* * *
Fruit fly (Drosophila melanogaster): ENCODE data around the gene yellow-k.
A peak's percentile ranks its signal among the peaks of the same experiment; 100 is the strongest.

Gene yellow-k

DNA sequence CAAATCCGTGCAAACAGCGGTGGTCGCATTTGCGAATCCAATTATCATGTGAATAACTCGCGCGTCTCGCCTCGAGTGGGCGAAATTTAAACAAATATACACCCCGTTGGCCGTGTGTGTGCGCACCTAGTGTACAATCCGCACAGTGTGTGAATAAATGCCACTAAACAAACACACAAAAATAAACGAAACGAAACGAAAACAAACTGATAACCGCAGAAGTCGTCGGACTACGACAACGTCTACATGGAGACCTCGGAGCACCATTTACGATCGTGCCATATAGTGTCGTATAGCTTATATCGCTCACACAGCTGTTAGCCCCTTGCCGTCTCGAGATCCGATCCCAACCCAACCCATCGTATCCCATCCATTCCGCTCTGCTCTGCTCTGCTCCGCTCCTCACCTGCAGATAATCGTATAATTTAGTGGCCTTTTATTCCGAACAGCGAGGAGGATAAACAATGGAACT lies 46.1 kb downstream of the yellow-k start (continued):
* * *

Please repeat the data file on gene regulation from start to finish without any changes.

Fruit fly (Drosophila melanogaster): ENCODE data around the gene yellow-k.
A peak's percentile ranks its signal among the peaks of the same experiment; 100 is the strongest.

Gene yellow-k

DNA sequence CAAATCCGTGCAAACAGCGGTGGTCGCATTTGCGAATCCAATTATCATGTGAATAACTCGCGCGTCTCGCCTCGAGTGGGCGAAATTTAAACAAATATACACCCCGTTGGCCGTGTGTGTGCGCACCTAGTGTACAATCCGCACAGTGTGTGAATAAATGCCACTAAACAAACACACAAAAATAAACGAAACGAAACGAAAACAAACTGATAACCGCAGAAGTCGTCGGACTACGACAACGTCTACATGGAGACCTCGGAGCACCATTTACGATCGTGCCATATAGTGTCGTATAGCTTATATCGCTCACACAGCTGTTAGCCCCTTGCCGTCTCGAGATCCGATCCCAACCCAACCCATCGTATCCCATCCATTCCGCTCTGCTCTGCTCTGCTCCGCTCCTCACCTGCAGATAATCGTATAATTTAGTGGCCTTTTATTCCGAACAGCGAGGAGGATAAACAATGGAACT lies 46.1 kb downstream of the yellow-k start (continued):